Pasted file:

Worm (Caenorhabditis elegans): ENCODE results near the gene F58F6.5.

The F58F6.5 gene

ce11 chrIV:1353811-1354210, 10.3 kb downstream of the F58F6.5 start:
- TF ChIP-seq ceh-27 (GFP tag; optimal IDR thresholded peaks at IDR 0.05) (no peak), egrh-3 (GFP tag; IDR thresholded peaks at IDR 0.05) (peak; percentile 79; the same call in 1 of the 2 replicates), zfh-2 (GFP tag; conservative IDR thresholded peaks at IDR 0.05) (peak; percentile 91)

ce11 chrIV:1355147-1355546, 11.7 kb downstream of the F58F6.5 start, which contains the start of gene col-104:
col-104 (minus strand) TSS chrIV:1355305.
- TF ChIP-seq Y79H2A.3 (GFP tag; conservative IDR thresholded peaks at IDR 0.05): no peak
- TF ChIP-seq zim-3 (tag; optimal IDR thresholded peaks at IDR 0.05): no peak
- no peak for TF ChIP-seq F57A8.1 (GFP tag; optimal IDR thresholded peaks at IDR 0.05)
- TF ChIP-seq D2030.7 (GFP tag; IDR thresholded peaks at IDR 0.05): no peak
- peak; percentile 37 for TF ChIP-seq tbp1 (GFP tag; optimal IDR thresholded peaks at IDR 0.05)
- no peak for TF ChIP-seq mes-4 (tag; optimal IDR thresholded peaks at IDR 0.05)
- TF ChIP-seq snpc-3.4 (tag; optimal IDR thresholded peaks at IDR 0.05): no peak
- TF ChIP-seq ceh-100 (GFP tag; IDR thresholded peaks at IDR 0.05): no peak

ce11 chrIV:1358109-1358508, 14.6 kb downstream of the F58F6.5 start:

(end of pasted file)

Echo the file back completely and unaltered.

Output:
Worm (Caenorhabditis elegans): ENCODE results near the gene F58F6.5.

The F58F6.5 gene

ce11 chrIV:1353811-1354210, 10.3 kb downstream of the F58F6.5 start:
- TF ChIP-seq ceh-27 (GFP tag; optimal IDR thresholded peaks at IDR 0.05) (no peak), egrh-3 (GFP tag; IDR thresholded peaks at IDR 0.05) (peak; percentile 79; the same call in 1 of the 2 replicates), zfh-2 (GFP tag; conservative IDR thresholded peaks at IDR 0.05) (peak; percentile 91)

ce11 chrIV:1355147-1355546, 11.7 kb downstream of the F58F6.5 start, which contains the start of gene col-104:
col-104 (minus strand) TSS chrIV:1355305.
- TF ChIP-seq Y79H2A.3 (GFP tag; conservative IDR thresholded peaks at IDR 0.05): no peak
- TF ChIP-seq zim-3 (tag; optimal IDR thresholded peaks at IDR 0.05): no peak
- no peak for TF ChIP-seq F57A8.1 (GFP tag; optimal IDR thresholded peaks at IDR 0.05)
- TF ChIP-seq D2030.7 (GFP tag; IDR thresholded peaks at IDR 0.05): no peak
- peak; percentile 37 for TF ChIP-seq tbp1 (GFP tag; optimal IDR thresholded peaks at IDR 0.05)
- no peak for TF ChIP-seq mes-4 (tag; optimal IDR thresholded peaks at IDR 0.05)
- TF ChIP-seq snpc-3.4 (tag; optimal IDR thresholded peaks at IDR 0.05): no peak
- TF ChIP-seq ceh-100 (GFP tag; IDR thresholded peaks at IDR 0.05): no peak

ce11 chrIV:1358109-1358508, 14.6 kb downstream of the F58F6.5 start: